“Influence” may be the defining word of this decade’s culture. From the act of influencing to the new profession itself, social media has made a theoretically intangible phenomenon inescapably tangible — that is, overwhelmingly materialistic.
If a product goes viral on Tiktok, chances are it’ll sell out. We’re so easily influenced by the veneer of authenticity that the algorithmic randomness of TikTok perpetuates.
It honestly feels like satire. I can’t go anywhere without seeing a Stanley Tumbler, nor can I enter any Barnes and Noble without seeing Colleen Hoover’s books plastered on every stand, all thanks to TikTok’s ability to impact the masses.
This isn’t to give off the impression that I’m immune to being influenced. I’m the first to admit I conform to countless influencer-endorsed trends.
But now, influencing is giving way to de-influencing. Instead of advertising what to buy, it’s all about informing the masses of what not to buy.
De-influencing seems to be based on the presumption that we have a running list of products embedded in our collective psyche. This list, it seems, is impossible to sort through ourselves.
Some argue that this trend is beneficial, pushing consumers to be more cognizant of their spending habits.
While I agree that working against the aggressive appeal of microtrends points in the right direction toward more conscious consumption, it also points in an alternatively bleak direction where we are so deeply entrenched in consumerism that we can’t take ourselves out of it.
De-influencing dangerously sets itself apart from the trends that precede it because its appeal lies in its deception. Namely, it writes itself off as not being what it intrinsically is: a trend.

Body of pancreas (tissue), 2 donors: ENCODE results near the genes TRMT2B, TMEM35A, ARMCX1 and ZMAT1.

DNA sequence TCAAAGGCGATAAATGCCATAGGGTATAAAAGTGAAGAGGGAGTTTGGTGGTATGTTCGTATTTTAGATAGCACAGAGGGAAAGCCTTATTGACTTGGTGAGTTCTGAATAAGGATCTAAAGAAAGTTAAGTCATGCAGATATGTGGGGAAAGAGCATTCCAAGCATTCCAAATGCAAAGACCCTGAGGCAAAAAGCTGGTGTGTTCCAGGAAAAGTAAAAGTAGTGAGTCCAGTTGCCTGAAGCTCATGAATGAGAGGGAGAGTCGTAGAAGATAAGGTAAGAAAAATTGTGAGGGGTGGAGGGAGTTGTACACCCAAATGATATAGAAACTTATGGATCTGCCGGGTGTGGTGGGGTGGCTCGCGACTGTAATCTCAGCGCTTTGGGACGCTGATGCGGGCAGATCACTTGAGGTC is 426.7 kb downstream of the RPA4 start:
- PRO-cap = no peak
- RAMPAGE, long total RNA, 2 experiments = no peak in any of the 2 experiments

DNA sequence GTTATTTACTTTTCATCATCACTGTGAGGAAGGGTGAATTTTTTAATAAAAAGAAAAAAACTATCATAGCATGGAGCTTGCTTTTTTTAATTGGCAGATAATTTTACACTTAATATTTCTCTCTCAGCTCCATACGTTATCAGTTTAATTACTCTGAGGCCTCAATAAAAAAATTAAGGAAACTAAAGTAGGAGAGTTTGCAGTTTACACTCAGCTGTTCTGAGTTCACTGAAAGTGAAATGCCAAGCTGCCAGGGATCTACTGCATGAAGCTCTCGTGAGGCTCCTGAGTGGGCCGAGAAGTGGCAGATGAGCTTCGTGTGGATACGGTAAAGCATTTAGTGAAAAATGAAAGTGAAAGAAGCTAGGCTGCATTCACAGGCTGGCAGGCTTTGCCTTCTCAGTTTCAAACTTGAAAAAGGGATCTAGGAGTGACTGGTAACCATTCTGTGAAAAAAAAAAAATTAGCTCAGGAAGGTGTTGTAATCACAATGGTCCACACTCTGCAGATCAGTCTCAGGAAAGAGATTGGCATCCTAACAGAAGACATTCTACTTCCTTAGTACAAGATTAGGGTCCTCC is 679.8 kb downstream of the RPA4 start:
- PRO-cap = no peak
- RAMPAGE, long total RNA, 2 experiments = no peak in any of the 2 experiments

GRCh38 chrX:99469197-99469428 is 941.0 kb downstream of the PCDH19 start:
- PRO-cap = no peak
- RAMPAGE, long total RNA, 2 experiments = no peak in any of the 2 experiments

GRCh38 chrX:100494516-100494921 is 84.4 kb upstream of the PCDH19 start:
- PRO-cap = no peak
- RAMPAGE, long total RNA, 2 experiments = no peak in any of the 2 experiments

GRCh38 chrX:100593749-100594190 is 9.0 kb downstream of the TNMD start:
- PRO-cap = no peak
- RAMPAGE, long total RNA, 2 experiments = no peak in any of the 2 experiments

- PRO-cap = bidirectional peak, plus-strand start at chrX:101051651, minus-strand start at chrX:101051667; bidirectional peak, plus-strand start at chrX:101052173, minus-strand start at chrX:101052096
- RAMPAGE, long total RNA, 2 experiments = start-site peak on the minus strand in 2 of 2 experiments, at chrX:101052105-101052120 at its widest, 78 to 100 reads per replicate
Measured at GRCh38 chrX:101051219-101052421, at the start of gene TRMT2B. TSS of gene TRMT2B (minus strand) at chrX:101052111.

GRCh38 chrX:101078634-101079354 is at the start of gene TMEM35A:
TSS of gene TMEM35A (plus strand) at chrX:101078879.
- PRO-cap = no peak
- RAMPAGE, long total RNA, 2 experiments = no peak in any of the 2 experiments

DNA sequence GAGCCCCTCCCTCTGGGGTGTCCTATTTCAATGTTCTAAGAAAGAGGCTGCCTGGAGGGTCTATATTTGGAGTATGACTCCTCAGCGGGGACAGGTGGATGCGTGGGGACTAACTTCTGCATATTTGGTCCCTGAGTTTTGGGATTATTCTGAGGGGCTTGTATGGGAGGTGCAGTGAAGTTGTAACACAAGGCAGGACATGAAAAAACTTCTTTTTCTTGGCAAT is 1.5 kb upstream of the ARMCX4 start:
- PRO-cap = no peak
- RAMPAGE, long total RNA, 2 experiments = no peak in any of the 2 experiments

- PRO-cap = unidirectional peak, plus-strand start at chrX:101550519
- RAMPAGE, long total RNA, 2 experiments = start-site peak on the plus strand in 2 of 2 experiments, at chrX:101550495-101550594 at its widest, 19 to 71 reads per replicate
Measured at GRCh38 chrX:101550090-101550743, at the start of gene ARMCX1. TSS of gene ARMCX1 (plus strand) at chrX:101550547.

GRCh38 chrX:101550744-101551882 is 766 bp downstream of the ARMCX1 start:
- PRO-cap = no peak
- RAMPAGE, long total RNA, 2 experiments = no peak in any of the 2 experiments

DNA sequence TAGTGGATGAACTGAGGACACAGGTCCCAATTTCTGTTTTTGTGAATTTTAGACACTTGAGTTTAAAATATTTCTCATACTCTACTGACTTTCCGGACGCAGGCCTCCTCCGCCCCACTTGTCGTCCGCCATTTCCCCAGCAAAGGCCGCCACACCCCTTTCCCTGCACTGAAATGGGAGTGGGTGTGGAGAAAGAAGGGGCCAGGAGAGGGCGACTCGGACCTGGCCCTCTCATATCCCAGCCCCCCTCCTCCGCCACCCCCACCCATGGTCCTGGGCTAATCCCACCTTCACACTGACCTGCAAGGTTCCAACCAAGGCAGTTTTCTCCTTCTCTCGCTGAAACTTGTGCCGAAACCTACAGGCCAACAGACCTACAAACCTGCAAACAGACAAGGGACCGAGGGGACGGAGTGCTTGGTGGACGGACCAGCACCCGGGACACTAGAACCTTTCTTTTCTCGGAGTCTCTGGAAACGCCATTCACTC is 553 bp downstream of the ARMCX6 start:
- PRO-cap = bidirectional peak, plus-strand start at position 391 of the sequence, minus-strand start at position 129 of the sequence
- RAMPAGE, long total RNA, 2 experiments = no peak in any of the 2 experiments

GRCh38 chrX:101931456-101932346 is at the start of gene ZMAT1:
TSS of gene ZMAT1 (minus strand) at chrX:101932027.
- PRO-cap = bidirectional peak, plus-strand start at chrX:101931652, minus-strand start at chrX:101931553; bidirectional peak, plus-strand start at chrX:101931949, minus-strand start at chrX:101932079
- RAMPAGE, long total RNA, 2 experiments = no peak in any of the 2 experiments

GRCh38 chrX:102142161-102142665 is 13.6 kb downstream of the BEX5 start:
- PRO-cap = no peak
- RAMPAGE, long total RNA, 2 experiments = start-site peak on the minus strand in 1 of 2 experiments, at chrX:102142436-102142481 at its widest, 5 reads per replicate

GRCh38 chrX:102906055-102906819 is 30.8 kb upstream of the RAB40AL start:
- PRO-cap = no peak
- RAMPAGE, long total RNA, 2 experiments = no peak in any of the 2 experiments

In an age where everyone is influenced, it’s now cool not to be influenced. De-influencing is not breaking free from the hypnosis of TikTok consumerism.
Instead, it’s a new trend that deepens our reliance on others’ opinions, in turn making us only more vulnerable to the marketing and PR schemes of whatever future trend awaits us.
This is because, at their core, trends are inherently reactionary, especially with the lightning-speed volatility of social-media-borne opinions.
Instead of trends gradually transitioning from one to the other, they often follow a framework of oppositional binaries, referring to two things that define themselves in opposition to the other, like hot and cold.
Trends are marked by this binary of shifting desirability, where what is “in” is defined by what is “out.”
Yet popularity is a balancing act. There’s a threshold of popularity where trends become a self-fulfilling prophecy, a flame that burns quickly and brightly but extinguishes itself in the process.
What is “in” gains popularity until its very popularity makes it “out.”
That’s what’s happening with de-influencing. We’re not suddenly awakening from our materialistic slumber to see the world beyond our obsessive curation of aesthetically enviable lives. We’re not renouncing mindless material accumulation in the name of responsible spending.
Instead, we’re simply reacting to the overpopularity and subsequent undesirability of influencer endorsement.
We’re witnessing the beginning of a new cultural trend that deceptively defines itself against its predecessor while reinforcing our consumerist dependence on influencer testimony.
Let’s pump the brakes before we hail this new era of de-influencing as the ultimate end of mindless consumerism, because, well, it’s merely a new iteration of it.